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Prince Fielder thinks Albert Pujols “should command it all”

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This weekend the Brewers were in St. Louis to play the Cardinals, so the local writers asked Prince Fielder what he thinks about fellow impending free agent first baseman Albert Pujols.

Fielder naturally is in favor of Pujols breaking the bank, telling Derrick Goold of the St. Louis Post Dispatch that he “should command it all” in his next deal because “it’s not crazy if someone decides to pay it.”

Obviously he’s not alone in thinking Pujols’s next contract should be a massive one, but aside from Pujols and his agent Fielder might be in position to benefit most from the Cardinals first baseman signing a massive deal.

Fielder isn’t Pujols, but he’s still awfully good and he could emerge as a very expensive fallback plan for teams that fail to land their No. 1 target, at which point he can point to Pujols’ gigantic contract and say, “I’ll take 75 percent of what he got.” Or so Fielder and his agent are probably hoping.

Fielder told Goold that, unlike Pujols, he’s not completely against the idea of in-season contract talks with the Brewers before he hits the open market, but he doesn’t expect that to happen and indicated that he’ll be looking for a seven-year deal as a free agent.

Report: Rays nearing a deal with Shawn Tolleson

ST. LOUIS, MO - JUNE 18: Reliever Shawn Tolleson #37 of the Texas Rangers pitches against the St. Louis Cardinals in the eighth inning at Busch Stadium on June 18, 2016 in St. Louis, Missouri.  (Photo by Dilip Vishwanat/Getty Images)
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Update (6:48 PM EST): Topkin reports the contract will be of the major league variety.

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Marc Topkin of the Tampa Bay Times reports that the Rays and free agent reliever Shawn Tolleson are close to finalizing a contract.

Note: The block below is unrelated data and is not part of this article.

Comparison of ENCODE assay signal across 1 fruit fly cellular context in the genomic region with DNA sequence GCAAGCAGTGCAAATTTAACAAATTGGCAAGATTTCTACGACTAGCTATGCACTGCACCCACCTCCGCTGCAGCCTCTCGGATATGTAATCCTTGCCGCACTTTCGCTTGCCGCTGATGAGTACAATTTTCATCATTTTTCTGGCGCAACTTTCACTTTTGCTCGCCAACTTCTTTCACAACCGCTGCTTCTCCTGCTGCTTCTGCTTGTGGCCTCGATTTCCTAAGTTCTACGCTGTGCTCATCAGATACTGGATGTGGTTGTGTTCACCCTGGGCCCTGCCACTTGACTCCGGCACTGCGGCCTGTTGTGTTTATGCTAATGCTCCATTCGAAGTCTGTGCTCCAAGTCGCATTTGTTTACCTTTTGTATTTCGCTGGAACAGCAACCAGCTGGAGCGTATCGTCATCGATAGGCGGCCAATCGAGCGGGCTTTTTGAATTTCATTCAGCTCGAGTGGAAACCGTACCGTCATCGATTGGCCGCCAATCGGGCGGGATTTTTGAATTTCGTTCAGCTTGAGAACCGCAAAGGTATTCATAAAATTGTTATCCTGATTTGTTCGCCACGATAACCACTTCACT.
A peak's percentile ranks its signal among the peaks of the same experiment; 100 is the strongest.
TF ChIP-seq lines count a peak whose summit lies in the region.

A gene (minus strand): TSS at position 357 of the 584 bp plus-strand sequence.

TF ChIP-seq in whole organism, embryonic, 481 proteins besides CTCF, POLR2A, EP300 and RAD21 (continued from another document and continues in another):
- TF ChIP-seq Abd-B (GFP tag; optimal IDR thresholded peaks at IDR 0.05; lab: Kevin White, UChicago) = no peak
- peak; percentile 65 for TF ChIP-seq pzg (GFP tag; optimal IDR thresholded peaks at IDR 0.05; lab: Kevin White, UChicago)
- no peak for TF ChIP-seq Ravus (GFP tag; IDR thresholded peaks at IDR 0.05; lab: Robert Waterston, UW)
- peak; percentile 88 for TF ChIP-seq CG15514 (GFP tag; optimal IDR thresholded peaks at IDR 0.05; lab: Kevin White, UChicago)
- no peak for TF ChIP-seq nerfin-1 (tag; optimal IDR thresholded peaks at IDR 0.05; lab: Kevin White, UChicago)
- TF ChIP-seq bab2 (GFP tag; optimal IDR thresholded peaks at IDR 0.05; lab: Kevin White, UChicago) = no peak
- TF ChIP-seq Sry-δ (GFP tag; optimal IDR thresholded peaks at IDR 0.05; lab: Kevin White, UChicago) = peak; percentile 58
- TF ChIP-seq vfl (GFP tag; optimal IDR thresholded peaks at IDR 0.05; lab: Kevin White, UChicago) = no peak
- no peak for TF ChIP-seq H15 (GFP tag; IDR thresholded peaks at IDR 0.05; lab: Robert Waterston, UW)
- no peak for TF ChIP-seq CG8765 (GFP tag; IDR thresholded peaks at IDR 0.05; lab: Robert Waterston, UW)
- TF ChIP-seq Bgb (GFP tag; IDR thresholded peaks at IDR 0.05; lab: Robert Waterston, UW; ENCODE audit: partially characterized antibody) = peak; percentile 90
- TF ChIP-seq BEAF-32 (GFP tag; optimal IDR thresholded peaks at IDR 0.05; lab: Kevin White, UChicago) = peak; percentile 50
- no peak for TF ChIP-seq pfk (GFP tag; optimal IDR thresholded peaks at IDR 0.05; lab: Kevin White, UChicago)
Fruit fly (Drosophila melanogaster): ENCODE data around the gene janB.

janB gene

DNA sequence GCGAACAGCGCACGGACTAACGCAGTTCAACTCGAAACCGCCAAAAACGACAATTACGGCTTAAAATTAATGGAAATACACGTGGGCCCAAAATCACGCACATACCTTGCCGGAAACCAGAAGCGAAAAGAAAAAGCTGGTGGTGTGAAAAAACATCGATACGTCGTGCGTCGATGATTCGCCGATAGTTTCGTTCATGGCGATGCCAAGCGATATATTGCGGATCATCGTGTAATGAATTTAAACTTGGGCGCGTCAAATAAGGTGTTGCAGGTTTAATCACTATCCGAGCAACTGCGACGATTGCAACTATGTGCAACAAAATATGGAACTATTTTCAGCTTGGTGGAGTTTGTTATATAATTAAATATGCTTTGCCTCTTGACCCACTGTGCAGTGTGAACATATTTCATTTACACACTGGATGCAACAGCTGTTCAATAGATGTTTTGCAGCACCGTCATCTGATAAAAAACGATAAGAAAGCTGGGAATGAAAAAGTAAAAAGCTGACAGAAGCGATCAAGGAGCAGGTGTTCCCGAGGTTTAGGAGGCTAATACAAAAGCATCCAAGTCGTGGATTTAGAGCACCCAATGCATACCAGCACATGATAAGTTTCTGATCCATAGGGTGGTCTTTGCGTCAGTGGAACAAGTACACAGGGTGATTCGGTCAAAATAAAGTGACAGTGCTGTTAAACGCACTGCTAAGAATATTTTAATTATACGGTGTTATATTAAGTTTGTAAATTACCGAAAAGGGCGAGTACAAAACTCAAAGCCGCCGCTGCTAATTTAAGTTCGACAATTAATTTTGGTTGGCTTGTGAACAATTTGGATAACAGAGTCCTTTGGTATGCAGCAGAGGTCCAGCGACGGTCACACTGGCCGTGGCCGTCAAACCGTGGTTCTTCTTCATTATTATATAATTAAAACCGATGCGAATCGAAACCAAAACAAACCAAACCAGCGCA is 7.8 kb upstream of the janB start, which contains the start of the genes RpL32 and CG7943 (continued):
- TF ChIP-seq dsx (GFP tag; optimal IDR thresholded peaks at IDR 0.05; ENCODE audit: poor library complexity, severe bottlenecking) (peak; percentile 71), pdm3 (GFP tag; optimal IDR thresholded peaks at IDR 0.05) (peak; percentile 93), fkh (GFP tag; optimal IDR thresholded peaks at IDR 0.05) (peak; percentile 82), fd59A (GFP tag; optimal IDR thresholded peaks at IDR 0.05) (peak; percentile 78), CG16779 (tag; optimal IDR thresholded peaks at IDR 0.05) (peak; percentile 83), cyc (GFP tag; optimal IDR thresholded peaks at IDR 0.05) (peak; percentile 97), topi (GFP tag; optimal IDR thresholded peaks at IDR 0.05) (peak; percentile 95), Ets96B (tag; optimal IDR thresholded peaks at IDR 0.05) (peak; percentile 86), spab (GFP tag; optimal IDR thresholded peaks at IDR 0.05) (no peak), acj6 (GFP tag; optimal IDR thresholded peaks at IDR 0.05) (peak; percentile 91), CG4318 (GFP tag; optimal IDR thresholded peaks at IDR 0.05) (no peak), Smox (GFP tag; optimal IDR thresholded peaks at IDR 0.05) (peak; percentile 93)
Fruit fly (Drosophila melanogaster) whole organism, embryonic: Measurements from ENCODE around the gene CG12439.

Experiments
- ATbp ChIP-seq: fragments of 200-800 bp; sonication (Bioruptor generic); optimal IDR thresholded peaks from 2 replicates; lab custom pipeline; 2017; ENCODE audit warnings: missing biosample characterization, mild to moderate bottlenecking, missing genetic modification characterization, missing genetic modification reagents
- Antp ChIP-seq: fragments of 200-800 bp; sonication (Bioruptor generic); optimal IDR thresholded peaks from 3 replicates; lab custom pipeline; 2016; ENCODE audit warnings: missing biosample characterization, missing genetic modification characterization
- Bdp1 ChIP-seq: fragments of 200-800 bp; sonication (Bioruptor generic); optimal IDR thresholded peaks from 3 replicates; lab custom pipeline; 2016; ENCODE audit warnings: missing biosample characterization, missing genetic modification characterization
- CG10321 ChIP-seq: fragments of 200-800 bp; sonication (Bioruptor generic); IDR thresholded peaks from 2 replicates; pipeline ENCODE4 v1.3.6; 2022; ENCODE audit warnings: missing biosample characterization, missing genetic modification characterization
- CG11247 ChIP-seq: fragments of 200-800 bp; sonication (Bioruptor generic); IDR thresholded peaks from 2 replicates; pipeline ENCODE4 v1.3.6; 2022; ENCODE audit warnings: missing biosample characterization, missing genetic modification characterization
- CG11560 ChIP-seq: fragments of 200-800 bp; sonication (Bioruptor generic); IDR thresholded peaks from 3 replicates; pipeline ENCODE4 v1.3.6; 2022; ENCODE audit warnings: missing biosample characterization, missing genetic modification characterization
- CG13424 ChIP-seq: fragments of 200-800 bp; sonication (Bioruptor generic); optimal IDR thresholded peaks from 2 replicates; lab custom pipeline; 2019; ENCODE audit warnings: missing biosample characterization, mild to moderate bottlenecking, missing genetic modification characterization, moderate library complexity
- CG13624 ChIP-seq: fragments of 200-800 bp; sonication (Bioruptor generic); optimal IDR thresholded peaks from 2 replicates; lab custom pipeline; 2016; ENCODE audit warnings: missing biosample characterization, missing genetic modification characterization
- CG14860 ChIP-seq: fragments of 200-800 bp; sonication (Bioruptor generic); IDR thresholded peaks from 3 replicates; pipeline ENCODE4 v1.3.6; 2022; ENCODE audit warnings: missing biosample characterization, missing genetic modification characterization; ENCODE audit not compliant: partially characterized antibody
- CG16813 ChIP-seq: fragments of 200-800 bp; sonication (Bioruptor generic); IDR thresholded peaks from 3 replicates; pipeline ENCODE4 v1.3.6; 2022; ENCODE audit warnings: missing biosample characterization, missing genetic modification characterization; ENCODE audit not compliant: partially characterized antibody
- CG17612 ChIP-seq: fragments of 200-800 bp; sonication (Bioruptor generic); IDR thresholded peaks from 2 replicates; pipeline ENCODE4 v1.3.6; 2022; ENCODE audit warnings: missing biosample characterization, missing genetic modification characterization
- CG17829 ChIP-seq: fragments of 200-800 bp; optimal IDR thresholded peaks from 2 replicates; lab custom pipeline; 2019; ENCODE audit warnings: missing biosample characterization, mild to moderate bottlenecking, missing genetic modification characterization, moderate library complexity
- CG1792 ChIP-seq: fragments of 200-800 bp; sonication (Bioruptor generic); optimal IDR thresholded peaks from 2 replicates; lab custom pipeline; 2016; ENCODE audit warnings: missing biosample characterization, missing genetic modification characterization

Tolleson, who turns 29 years old on Thursday, had an ugly 2016 season, finishing with a 7.68 ERA and a 29/10 K/BB ratio in 36 1/3 innings. He was one of the Rangers’ best relievers in the two seasons prior to that, however, which included saving 35 games in 2015.

President Obama pardons Willie McCovey

SAN FRANCISCO, CA - APRIL 06:  San Francisco Giants legend Willie McCovey  waves to the crowd while seating between Jeff Kent (L) and Willie Mays during a ceremony honoring Buster Posey for winning the 2012 National League MVP before the Giants game against the St. Louis Cardinals at AT&T Park on April 6, 2013 in San Francisco, California.  (Photo by Ezra Shaw/Getty Images)
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The big presidential pardon news today concerns the commutation of Chelsea Manning’s sentence. We’ll leave that aside. For our purposes, know that someone in the world of baseball was pardoned: Willie McCovey.

Yes, Hall of Famer Willie McCovey, who in 1995 pleaded guilty to income tax fraud related to the non-reporting of income received from memorabilia and autograph shows. Duke Snider pleaded guilty alongside McCovey. They were given two years probation and fines of $5,000. Snider died in 2011. McCovey still works with the San Francisco Giants as a senior advisor and goodwill ambassador.

President Obama’s release of McCovey’s pardon was pretty succinct. But it’s enough to scrub the record of one of the greatest sluggers of all time.